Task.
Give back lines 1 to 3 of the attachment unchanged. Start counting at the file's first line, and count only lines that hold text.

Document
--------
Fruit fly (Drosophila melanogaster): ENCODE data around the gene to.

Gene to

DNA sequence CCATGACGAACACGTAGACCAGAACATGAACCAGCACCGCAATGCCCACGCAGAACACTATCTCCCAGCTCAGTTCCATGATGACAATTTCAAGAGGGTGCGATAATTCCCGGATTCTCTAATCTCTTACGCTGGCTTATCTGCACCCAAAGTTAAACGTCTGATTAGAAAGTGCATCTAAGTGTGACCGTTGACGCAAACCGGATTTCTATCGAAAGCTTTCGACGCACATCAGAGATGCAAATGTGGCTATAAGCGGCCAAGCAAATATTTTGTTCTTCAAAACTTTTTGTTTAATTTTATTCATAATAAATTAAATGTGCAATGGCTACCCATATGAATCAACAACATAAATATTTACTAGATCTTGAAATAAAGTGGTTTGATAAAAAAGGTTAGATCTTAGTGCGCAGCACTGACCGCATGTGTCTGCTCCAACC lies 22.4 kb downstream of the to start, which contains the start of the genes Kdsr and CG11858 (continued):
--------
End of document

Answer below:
Fruit fly (Drosophila melanogaster): ENCODE data around the gene to.

Gene to

DNA sequence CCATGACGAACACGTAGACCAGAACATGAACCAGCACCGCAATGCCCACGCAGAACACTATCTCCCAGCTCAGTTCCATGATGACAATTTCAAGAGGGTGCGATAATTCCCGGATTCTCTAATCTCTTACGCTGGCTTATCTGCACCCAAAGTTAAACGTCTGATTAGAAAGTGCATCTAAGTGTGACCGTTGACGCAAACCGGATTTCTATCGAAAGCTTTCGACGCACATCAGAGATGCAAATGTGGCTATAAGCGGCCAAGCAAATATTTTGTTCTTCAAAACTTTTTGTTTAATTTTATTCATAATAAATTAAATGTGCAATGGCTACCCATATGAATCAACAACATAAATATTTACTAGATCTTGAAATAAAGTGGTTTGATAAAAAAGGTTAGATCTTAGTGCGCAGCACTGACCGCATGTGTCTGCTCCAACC lies 22.4 kb downstream of the to start, which contains the start of the genes Kdsr and CG11858 (continued):